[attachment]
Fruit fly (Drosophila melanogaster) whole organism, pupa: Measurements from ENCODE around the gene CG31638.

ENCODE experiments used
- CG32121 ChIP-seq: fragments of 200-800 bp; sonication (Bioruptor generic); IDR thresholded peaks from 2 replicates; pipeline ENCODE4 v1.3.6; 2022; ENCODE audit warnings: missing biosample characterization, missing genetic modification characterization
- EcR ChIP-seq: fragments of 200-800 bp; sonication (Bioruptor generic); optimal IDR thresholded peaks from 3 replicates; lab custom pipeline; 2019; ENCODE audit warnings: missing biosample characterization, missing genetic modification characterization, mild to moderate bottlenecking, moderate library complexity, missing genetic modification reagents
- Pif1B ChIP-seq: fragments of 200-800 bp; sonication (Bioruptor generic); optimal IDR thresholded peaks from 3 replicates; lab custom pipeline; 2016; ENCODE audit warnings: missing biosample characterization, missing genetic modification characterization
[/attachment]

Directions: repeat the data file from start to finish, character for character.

Fruit fly (Drosophila melanogaster) whole organism, pupa: Measurements from ENCODE around the gene CG31638.

ENCODE experiments used
- CG32121 ChIP-seq: fragments of 200-800 bp; sonication (Bioruptor generic); IDR thresholded peaks from 2 replicates; pipeline ENCODE4 v1.3.6; 2022; ENCODE audit warnings: missing biosample characterization, missing genetic modification characterization
- EcR ChIP-seq: fragments of 200-800 bp; sonication (Bioruptor generic); optimal IDR thresholded peaks from 3 replicates; lab custom pipeline; 2019; ENCODE audit warnings: missing biosample characterization, missing genetic modification characterization, mild to moderate bottlenecking, moderate library complexity, missing genetic modification reagents
- Pif1B ChIP-seq: fragments of 200-800 bp; sonication (Bioruptor generic); optimal IDR thresholded peaks from 3 replicates; lab custom pipeline; 2016; ENCODE audit warnings: missing biosample characterization, missing genetic modification characterization